schwit1 shares a report from the New York Times flagging America’s surprising low usage of an engineering technique protecting buildings from earthquakes:
Chile, China, Italy, Mexico, Peru, Turkey and other countries vulnerable to earthquakes have adopted the technologies to varying degrees. But with notable exceptions, including Apple’s new headquarters in Silicon Valley, the innovations have been used only sparingly in the United States. Seismic safety advocates describe this as a missed opportunity to save billions of dollars in reconstruction costs after the inevitable Big One strikes….
The debate over whether to build more resilient buildings in the United States has been held largely out of public view, among engineers and other specialists. But at stake is whether places like Silicon Valley, Seattle, Salt Lake City, San Francisco or Los Angeles might be forced to shut down after a direct hit — and for how long. A federal study last year found that a quarter of the buildings in the Bay Area would be significantly damaged after a magnitude-7 earthquake, a disaster that would be compounded by the fact that 9 out of every 10 commercial buildings and 8 out of 10 homes in California are not insured for earthquakes. “Cities won’t be usable for many months, if not years,” said H. Kit Miyamoto, a member of the California Seismic Safety Commission, a government body that advises the state Legislature and the governor on earthquake issues. “Throwaway buildings equal a throwaway city.”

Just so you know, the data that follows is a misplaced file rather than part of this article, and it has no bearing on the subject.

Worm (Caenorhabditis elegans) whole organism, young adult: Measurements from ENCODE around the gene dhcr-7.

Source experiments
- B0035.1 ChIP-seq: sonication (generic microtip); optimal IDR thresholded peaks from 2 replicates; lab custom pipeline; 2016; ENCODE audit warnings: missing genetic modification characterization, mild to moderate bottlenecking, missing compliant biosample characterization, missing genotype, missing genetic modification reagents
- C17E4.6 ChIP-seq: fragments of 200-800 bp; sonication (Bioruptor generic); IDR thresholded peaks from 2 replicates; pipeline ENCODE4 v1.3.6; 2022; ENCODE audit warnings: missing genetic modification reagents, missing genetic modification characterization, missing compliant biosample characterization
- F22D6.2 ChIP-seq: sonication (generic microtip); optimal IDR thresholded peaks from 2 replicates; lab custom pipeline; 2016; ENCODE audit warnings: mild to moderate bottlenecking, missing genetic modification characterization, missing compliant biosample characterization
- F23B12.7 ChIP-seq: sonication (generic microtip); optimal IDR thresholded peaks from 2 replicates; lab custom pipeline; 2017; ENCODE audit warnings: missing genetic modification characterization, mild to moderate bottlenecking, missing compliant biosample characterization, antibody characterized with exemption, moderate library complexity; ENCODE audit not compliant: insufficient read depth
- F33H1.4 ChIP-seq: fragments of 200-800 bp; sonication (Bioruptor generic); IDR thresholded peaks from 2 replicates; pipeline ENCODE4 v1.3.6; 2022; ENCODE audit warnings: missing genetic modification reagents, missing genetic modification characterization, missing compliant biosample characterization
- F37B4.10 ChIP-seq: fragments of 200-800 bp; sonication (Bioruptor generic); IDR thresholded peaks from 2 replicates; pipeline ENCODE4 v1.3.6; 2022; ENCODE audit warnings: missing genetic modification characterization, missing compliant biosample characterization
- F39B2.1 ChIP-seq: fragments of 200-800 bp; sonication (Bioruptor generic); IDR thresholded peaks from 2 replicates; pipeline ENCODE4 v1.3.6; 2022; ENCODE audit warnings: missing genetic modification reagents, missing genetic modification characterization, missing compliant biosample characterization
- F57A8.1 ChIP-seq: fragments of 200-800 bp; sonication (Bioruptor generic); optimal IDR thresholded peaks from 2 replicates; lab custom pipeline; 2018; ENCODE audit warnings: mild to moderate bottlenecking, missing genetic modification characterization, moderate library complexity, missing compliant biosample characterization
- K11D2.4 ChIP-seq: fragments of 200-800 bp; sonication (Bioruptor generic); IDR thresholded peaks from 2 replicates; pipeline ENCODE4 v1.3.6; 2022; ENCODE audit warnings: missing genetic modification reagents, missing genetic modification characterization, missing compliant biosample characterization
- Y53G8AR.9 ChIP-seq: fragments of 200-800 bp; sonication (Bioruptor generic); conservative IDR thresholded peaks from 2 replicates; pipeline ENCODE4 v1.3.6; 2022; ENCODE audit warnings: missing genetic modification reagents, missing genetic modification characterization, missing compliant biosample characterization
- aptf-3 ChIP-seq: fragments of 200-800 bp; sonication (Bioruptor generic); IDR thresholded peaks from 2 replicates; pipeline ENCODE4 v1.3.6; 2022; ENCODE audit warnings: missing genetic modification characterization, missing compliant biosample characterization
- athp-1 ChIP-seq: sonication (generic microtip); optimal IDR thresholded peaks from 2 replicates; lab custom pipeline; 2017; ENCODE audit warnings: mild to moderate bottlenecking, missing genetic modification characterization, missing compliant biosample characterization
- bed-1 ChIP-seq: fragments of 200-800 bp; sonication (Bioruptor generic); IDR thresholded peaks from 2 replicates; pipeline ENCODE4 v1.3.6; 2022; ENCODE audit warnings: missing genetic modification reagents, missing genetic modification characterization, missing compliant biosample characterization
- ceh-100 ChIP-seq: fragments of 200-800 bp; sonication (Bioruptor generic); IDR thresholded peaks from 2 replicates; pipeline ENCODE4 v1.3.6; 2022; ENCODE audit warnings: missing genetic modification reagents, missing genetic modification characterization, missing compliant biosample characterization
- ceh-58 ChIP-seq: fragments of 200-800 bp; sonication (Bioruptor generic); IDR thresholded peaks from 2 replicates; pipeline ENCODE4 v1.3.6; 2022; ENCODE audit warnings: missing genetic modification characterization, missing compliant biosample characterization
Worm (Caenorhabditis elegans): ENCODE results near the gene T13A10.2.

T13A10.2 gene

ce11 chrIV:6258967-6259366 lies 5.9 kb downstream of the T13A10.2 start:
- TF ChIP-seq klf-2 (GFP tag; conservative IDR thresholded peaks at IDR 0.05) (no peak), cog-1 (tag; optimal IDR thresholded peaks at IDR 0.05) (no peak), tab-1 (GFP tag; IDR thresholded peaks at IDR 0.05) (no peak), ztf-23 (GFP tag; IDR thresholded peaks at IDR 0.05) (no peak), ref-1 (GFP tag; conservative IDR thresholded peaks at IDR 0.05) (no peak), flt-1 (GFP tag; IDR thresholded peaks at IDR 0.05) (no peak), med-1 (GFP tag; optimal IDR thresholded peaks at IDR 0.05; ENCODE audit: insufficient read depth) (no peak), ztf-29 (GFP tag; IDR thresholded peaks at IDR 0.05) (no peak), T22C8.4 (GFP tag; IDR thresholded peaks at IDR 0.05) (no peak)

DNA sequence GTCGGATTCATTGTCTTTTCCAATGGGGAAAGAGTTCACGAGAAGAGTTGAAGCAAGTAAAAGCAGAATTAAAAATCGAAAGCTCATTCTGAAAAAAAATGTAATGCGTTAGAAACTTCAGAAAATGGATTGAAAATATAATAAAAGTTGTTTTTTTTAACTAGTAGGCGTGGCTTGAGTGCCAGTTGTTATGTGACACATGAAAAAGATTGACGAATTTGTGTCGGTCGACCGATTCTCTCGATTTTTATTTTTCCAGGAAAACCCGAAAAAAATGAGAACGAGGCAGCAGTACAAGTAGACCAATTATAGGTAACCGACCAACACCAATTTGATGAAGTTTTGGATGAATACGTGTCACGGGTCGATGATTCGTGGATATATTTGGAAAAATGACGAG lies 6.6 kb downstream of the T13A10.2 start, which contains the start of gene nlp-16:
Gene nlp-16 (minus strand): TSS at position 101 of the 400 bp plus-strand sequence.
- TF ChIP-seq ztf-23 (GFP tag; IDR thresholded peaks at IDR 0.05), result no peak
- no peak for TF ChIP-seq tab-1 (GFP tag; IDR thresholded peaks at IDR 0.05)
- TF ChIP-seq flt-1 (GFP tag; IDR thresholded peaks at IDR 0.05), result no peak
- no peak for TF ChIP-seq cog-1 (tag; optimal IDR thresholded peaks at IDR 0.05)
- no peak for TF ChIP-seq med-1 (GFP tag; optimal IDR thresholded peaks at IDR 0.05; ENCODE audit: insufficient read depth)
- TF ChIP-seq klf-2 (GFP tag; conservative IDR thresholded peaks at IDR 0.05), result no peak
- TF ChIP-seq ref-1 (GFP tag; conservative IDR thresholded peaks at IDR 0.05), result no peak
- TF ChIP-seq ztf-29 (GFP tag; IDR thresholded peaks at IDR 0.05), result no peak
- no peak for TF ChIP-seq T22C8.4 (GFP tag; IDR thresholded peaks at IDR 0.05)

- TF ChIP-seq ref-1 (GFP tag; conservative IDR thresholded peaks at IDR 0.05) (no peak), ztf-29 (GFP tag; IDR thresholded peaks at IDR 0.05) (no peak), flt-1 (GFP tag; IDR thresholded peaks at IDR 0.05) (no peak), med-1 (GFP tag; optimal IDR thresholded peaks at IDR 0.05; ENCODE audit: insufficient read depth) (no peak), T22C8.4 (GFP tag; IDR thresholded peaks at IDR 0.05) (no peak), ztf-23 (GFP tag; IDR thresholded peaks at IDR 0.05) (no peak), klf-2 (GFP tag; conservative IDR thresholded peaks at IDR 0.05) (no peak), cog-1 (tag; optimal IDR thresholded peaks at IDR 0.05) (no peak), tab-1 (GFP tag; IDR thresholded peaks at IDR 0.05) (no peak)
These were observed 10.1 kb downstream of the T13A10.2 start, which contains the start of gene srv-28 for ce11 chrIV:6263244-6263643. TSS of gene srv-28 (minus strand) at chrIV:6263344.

In a severe earthquake, most American buildings are designed to crumple like a car in a head-on collision, dissipating the energy of the earthquake through damage. The goal is to preserve lives, but the building — like a car after an accident — may be useless. Ron Hamburger, an American structural engineer who is perhaps the leading authority on the building code, estimates that half of all buildings in San Francisco could be deemed unoccupiable immediately after a major earthquake…. Evan Reis, a co-founder of the U.S. Resiliency Council, a nonprofit organization, says the biggest impediment is that unlike in Japan, buildings change hands frequently in America and the developers who build them do not see the incentive in making them more robust. “Short-term thinking is absolutely the biggest villain,” Reis said.
The article also points out that California’s governor vetoed a bill last year that would’ve required buidings to be functional after an earthquake.